AWS Missing Parts: Build Service

Every modern software delivery system has a build step. This is where we:

  • Clone app source code
  • Download the app dependencies
  • Zip everything together
  • Upload the artifact to a storage service

This artifact is what will be deployed to our production servers.

Building this artifact in an isolated step provides safety. If something goes wrong, say we fail to fetch dependencies from Ruby Gems, the build will fail and there will be no artifact to deploy. This also provides deployment speed. We can build once, which might take a while due to compilation time, then deploy a single artifact to many servers in parallel.

Even though this is a required step, there is no fully-managed build service available on AWS.

To fill in the gap we can design our own simple build service on top on the EC2 Container Service (ECS) and the EC2 Container Registry (ECR).

Build and Packaging Options

There are many choices for a build archive format and storage service:

  • AMI snapshotted on EBS
  • .tgz file in S3
  • .deb file in an APT repository like Ubuntu Launchpad
  • Docker Image on Docker Hub
  • Docker Image on ECR

There are many choices for where to run the build process:

  • Our laptop
  • A CI service like Travis or CircleCI
  • A 3rd-party build service like DockerHub or Launchpad
  • A Platform-as-a-Service like Heroku
  • An EC2 Instance
  • An ECS Cluster

The design goal of keeping everything in a single, secure AWS account eliminates most choices.

Containers are the best practice for running application workloads in isolation, which eliminates building AMIs on EC2.

We’re left with a very reasonable choice to use the ECS to build Docker Images and push them to the ECR.

A build service is where ECS really shines. We can use a single ECS cluster to:

  • Run a single Build API web server
  • Run many one-off builds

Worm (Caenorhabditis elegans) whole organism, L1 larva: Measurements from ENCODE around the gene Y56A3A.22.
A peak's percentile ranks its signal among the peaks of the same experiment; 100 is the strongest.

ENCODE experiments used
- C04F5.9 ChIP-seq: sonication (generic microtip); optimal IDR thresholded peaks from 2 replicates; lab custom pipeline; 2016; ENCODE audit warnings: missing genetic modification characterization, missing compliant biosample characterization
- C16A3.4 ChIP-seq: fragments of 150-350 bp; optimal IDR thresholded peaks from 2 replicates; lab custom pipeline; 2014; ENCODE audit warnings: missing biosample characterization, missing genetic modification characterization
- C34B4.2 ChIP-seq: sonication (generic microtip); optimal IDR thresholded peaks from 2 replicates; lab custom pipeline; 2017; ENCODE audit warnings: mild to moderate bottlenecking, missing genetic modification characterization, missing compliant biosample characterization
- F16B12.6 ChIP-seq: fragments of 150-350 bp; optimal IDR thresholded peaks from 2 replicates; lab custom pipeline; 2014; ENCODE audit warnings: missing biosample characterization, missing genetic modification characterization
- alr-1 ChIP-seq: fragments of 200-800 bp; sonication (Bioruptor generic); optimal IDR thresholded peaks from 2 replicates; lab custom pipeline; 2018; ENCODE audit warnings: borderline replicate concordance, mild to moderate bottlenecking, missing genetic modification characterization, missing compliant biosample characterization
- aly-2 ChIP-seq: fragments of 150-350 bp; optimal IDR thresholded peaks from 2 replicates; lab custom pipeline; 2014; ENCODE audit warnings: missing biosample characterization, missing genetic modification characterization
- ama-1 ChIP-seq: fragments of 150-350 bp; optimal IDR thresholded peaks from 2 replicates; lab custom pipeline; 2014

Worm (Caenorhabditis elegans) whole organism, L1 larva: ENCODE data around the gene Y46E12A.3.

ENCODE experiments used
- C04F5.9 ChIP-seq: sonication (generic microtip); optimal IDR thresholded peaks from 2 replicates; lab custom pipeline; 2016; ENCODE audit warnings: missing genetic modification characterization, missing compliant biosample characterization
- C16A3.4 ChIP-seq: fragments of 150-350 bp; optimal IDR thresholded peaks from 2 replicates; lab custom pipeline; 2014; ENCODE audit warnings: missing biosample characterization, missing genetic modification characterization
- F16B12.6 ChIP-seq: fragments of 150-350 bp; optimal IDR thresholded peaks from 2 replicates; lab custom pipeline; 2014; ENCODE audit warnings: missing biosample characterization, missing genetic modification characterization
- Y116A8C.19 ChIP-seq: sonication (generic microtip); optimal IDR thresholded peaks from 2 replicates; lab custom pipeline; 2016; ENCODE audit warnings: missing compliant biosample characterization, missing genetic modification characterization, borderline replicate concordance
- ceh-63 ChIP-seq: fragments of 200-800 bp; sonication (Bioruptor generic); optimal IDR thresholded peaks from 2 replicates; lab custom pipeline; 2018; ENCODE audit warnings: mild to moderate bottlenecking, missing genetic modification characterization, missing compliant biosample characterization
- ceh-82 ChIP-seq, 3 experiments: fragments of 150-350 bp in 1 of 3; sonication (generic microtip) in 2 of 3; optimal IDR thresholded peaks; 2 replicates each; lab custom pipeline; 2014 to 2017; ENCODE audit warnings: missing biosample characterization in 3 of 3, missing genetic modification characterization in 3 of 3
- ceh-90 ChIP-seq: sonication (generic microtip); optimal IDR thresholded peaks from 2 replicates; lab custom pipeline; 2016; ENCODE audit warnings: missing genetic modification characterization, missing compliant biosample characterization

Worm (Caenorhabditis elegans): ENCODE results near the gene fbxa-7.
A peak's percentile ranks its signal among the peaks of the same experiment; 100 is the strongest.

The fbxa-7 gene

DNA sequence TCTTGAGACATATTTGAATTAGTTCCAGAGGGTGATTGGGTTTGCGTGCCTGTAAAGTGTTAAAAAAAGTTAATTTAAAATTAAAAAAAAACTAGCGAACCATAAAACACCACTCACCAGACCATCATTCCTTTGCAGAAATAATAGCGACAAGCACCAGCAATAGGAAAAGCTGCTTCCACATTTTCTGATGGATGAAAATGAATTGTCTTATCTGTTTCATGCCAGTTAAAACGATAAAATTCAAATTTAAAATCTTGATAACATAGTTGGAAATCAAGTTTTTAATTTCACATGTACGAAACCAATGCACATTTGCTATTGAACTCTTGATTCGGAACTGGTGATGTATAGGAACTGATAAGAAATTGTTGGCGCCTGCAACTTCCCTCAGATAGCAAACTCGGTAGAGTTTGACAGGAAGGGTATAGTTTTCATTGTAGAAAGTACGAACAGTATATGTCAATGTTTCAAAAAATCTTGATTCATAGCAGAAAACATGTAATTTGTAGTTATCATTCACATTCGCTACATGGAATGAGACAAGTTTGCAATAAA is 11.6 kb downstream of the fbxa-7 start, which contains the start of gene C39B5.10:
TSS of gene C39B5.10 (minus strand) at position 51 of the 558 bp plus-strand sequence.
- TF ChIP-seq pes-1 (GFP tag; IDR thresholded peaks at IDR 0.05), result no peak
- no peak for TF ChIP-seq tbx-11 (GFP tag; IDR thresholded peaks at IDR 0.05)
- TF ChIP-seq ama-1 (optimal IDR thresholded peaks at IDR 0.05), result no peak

• Use the local Docker daemon to build and push images

The same ECS cluster can also be used to deploy and run our build artifacts, but that’s another tutorial.

Build Service API

We can design a simple REST API to offer basic needs:

| GET /builds | List the completion status of recent build tasks | POST /builds | Enqueue a build task for the give app source and return a task ID | GET /builds/{id} | Get the completion status of a build task | GET /builds/{id}/logs | Stream an active build task logs

This API is designed to execute a long-running build as asynchronous tasks, block while streming its logs, then check the final status.

The POST handler needs the app source code. The simplest design is to accept a .tgz archive of the app directory in the POST form body. Then the handler will:

  • Generate a unique build ID and save in DynamoDB
  • Save the app source snapshot in S3
  • Run an ECS task

Build Task

The ECS task will carry out a simple build script:

  • Get the app source snapshot from S3
  • Unzip the .tgz
  • Run docker build
  • Run docker tag with the unique build ID
  • Run docker push to upload the image to ECR
  • Update DynamoDB with the completion status

Putting It All Together

The API and one-off build containers run on ECS and leverage the Docker daemon. The build upload is passed from the API to the build task via S3. ECR stores the final Docker Image. DynamoDB saves a record of the build ID and it’s final status.

Build SequenceBuild Sequence

Build InfrastructureBuild Infrastructure

Even though AWS doesn’t have a dedicated build service, we can design a simple one on top of the other AWS managed services.

This very same build architecture powers the convox build and convox deploy commands. If you want an easy way build and store Docker Images with in a private ECS and ECR service, convox install will get you running in minutes.

For more cloud architecture discussion, follow @nzoschke and @goconvox on Twitter.